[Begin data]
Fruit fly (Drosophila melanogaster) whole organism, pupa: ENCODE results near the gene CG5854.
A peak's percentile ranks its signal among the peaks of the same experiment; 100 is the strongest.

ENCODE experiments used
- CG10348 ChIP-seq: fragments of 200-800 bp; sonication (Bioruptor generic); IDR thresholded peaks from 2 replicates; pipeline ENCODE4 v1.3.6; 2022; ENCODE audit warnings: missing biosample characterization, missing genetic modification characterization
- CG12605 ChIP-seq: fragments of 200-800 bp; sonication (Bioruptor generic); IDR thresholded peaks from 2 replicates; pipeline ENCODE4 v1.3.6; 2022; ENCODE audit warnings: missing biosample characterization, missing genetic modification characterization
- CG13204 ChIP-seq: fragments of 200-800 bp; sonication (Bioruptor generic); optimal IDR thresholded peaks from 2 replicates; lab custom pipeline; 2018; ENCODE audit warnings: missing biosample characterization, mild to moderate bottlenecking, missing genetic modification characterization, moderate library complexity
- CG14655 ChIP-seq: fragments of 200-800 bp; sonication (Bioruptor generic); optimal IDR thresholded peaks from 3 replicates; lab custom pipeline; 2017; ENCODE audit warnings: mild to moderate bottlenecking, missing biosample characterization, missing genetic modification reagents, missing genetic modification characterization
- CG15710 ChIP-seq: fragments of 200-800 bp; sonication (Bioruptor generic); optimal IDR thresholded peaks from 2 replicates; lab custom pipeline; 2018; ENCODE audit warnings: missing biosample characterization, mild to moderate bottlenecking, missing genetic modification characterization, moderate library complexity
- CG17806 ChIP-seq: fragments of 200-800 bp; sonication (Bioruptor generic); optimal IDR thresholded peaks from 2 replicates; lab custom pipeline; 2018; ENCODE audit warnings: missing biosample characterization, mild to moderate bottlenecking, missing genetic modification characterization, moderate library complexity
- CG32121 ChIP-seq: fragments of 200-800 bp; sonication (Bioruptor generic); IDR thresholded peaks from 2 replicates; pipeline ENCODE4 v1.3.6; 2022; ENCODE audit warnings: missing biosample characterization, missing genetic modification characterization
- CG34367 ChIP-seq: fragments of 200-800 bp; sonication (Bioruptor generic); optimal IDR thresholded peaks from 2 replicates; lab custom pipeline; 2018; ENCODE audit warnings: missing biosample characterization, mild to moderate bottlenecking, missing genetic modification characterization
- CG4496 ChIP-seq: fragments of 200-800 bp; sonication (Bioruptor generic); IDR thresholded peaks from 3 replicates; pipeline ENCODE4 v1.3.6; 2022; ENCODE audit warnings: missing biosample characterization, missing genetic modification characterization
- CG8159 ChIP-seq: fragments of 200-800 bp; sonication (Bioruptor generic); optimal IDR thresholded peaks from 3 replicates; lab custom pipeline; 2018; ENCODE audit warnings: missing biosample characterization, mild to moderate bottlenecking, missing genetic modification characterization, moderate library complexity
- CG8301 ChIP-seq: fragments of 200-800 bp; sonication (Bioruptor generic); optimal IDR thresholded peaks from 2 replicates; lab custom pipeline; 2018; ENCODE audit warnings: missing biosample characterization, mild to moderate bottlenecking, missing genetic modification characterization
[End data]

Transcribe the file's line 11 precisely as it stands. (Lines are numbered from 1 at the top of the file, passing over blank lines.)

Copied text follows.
- CG34367 ChIP-seq: fragments of 200-800 bp; sonication (Bioruptor generic); optimal IDR thresholded peaks from 2 replicates; lab custom pipeline; 2018; ENCODE audit warnings: missing biosample characterization, mild to moderate bottlenecking, missing genetic modification characterization